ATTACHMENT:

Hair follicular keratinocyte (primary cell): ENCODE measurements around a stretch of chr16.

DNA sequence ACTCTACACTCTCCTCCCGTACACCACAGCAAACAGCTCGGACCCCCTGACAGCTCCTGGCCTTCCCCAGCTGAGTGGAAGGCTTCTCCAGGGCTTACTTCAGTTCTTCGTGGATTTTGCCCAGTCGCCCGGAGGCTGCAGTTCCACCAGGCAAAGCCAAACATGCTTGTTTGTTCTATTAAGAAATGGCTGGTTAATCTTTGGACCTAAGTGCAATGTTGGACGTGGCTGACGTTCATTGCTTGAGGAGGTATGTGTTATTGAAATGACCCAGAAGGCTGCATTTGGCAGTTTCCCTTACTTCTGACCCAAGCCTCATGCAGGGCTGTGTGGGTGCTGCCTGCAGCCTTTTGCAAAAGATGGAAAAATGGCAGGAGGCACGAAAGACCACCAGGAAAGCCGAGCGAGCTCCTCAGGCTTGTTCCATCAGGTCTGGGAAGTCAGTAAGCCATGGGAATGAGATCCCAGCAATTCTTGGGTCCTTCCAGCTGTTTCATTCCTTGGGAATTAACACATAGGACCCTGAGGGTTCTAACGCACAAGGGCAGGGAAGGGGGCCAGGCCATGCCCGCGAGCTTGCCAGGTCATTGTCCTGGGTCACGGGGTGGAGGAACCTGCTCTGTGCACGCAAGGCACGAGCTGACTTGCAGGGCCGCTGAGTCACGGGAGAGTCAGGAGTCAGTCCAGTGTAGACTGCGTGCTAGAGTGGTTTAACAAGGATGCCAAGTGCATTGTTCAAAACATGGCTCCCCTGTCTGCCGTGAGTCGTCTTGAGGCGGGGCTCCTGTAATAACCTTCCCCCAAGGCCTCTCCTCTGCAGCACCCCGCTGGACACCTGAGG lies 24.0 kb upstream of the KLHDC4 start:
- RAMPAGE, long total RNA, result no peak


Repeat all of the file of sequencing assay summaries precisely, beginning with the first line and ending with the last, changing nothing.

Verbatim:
Hair follicular keratinocyte (primary cell): ENCODE measurements around a stretch of chr16.

DNA sequence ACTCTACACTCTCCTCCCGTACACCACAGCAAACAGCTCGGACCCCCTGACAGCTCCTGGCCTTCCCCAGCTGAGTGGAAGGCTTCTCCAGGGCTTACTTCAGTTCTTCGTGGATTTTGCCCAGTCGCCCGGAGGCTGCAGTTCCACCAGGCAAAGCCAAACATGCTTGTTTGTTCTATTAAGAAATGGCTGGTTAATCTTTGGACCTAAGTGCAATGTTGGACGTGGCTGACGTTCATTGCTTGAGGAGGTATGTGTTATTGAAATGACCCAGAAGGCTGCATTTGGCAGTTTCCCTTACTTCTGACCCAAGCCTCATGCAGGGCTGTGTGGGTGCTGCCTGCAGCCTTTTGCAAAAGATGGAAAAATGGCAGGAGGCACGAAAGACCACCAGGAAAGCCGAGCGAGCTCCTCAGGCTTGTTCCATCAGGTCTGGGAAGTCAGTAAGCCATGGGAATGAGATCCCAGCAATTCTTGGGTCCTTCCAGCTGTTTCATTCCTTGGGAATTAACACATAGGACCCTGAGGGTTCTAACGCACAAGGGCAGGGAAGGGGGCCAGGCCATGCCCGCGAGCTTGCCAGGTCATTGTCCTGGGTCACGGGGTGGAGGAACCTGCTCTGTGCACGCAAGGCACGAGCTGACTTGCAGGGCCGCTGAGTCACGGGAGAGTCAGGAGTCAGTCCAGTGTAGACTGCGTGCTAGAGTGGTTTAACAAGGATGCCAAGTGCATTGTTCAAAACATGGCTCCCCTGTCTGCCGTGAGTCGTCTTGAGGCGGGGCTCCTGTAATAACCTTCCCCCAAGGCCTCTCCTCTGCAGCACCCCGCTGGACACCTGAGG lies 24.0 kb upstream of the KLHDC4 start:
- RAMPAGE, long total RNA, result no peak